But on the larger question about whether she should testify or not, I don't know that - obviously, the White House says that they have no problem with it. But I don't know that it's completely unreasonable, given the fact that she refused to do her job for the president, for the federal government as a lawyer for the federal government.

I don't know that it's all that unreasonable for them to say, yes, no, actually we don't want you to testify. Because no matter what Walter Jones said there, you're not going to take politics out of this investigation. It's going to stay - it's going to be politicized no matter what. And it's hard to begrudge the White House trying to win the politics in the fight.

BREAM: Yes. And advising her that it was essentially potentially under a presidential privilege and it was up to the president and the White House would have to decide. And they say, we told you can move forward essentially by their silence. Because what her attorney says, if we don't hear from you, then we can move forward with her testimony.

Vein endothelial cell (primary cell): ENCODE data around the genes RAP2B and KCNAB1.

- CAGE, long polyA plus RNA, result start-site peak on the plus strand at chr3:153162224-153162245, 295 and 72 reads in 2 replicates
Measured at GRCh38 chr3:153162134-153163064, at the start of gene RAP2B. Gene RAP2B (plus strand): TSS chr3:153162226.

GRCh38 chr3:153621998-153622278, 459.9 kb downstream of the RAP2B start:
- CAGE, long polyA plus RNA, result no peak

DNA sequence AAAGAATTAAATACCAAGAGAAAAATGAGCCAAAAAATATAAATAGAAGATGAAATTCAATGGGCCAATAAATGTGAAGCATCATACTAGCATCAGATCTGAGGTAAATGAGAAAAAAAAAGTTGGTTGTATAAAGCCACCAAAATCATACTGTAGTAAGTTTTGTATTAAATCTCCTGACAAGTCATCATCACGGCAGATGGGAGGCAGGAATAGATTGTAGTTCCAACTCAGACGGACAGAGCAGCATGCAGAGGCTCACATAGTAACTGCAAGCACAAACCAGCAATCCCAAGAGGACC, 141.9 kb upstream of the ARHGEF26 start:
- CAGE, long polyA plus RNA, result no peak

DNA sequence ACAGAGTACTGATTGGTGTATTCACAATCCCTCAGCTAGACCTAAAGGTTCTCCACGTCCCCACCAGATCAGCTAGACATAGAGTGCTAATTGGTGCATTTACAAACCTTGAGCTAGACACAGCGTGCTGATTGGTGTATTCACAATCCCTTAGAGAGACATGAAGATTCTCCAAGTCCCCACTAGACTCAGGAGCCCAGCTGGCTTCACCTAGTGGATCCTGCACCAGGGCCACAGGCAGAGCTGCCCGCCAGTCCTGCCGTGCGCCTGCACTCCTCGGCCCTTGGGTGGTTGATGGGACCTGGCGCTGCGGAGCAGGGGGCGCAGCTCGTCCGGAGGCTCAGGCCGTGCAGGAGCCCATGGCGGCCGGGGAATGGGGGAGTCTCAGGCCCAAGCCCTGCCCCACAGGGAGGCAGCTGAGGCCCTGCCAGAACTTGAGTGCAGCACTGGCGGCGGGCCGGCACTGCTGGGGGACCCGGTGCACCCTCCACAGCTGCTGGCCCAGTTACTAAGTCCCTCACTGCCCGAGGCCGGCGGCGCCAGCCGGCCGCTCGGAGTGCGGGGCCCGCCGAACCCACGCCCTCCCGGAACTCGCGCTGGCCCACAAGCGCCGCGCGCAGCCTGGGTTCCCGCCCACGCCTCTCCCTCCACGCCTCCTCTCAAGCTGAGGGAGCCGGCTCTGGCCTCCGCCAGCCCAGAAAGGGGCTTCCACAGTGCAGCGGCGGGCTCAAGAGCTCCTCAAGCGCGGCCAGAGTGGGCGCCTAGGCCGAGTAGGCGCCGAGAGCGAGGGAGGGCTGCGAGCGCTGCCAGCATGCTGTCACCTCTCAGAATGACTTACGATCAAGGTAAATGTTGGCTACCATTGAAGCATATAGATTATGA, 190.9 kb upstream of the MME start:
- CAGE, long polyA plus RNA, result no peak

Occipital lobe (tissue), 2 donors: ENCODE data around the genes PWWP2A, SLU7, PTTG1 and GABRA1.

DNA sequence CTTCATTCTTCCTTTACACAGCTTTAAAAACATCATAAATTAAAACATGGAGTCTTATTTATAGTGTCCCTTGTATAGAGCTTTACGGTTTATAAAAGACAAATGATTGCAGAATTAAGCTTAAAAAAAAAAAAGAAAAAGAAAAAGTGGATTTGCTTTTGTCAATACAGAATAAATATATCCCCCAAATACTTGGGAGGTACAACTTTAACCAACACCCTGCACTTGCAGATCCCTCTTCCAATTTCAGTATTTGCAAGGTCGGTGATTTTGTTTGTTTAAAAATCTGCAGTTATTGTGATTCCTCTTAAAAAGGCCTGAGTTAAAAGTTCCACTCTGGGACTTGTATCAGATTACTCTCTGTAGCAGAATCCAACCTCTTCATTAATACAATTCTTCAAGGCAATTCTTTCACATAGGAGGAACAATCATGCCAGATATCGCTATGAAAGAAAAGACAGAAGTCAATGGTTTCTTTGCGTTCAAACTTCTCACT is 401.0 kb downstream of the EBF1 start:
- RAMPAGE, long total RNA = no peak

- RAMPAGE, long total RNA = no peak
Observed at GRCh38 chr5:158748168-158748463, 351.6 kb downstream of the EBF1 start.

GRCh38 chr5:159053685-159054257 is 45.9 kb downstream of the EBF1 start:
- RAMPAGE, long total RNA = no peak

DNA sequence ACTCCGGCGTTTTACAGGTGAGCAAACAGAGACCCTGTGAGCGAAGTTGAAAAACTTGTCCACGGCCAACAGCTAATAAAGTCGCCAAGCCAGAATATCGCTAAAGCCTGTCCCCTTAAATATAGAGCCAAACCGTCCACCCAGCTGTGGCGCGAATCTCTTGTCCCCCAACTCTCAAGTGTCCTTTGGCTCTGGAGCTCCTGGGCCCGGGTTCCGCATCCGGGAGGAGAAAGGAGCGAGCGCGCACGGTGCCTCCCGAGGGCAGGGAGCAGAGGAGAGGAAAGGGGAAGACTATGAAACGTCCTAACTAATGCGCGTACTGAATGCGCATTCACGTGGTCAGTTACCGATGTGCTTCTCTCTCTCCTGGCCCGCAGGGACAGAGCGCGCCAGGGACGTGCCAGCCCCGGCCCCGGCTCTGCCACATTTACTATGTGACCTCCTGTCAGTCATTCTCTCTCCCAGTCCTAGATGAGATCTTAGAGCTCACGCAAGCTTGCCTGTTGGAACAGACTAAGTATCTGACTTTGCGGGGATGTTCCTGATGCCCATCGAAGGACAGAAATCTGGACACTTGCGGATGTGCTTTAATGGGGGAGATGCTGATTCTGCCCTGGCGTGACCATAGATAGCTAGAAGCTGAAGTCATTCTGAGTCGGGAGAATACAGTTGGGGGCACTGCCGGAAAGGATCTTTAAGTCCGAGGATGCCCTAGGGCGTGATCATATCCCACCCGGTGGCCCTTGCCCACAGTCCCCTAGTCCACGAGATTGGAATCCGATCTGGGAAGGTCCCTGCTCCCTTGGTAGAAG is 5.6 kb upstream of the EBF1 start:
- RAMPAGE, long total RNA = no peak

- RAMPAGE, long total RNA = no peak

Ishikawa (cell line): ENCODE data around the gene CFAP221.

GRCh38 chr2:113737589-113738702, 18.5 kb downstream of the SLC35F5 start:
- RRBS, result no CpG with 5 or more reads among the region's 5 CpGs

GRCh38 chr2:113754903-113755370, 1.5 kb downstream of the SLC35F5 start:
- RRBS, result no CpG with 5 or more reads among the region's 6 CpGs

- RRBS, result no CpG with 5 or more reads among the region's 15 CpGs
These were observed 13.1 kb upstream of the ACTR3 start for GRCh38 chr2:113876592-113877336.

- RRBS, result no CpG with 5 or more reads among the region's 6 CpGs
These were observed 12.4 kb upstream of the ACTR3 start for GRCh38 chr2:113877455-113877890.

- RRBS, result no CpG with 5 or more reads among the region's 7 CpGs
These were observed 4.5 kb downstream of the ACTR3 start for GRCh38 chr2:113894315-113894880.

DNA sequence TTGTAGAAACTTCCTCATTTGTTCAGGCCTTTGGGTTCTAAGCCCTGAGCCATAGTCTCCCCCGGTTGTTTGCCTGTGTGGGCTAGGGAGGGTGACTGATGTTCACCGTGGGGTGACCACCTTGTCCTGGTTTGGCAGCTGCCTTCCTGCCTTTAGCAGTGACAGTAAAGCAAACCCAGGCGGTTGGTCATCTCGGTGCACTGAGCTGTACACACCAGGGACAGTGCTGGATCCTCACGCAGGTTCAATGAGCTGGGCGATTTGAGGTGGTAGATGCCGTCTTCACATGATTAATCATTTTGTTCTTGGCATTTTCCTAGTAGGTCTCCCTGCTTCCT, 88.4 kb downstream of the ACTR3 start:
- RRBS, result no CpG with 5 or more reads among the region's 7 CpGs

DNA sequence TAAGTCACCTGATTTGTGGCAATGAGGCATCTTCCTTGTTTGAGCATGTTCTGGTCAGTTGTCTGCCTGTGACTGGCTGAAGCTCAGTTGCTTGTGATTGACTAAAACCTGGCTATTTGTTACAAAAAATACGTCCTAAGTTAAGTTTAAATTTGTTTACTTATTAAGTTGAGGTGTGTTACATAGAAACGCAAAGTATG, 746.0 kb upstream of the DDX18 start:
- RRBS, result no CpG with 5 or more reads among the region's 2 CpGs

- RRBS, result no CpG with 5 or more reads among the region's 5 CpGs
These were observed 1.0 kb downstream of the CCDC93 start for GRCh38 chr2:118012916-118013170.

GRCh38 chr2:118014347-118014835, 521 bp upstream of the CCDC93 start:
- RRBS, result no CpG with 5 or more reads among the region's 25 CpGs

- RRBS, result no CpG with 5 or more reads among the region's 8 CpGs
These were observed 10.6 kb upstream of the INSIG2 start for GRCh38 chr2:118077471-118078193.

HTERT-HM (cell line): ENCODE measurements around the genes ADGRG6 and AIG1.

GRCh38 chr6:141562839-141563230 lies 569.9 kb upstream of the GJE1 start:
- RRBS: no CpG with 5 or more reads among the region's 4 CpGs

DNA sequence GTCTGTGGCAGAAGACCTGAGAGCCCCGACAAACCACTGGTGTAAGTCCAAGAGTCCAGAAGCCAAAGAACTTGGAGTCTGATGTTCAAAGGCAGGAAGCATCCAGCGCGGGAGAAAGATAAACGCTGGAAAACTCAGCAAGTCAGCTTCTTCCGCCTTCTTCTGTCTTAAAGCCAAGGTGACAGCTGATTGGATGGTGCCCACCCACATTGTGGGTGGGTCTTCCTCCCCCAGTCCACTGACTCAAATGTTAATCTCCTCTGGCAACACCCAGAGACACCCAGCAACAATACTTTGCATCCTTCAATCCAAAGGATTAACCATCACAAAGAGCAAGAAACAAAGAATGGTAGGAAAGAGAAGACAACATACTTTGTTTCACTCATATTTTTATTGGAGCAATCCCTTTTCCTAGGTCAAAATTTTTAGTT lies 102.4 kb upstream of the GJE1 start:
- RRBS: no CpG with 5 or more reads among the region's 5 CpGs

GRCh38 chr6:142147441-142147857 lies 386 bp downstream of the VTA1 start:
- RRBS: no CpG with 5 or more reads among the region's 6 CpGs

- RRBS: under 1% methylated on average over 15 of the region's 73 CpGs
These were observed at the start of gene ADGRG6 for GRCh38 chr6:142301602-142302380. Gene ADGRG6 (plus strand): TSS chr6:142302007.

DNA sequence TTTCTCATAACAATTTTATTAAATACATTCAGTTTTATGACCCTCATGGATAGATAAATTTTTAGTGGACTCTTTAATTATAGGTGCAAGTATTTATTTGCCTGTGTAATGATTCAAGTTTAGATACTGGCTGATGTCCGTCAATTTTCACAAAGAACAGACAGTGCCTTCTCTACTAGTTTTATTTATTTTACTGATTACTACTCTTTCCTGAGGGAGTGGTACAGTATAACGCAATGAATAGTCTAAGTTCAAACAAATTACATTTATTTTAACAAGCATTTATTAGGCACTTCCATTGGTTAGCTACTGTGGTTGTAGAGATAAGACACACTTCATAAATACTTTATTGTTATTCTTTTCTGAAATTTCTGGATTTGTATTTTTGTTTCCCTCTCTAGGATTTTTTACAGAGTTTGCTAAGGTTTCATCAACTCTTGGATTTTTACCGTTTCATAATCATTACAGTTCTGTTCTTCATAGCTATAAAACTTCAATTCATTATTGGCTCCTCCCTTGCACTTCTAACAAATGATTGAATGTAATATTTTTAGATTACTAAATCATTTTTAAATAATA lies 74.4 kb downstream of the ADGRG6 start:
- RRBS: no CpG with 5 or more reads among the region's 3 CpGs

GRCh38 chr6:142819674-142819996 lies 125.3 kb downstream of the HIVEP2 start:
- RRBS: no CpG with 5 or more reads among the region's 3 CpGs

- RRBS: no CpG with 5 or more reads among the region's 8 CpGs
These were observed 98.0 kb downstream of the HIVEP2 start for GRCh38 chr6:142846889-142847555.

A senior administration official told us, The Washington Post story on this, them blocking her was entirely false. And today, it was addressed in the White House briefing. Here is what Sean Spicer said.


SPICER: If they choose to move forward, great! We have no problem with her testifying, plain and simple. The report in The Washington Post is 100 percent false.

UNIDENTIFIED MALE: That's coming from Sean Spicer's mouth. The opposite is probably happening. When you put all of this together, what you see is behavior that is consistent with a cover-up, and that's why we should have an independent commission look at this.


BREAM: Charles?

KRAUTHAMMER: I would say we have a difference of opinion here. When the guy says that any word coming out of the spokesman's mouth is the opposite of the truth. I think you've got the divisions in the House.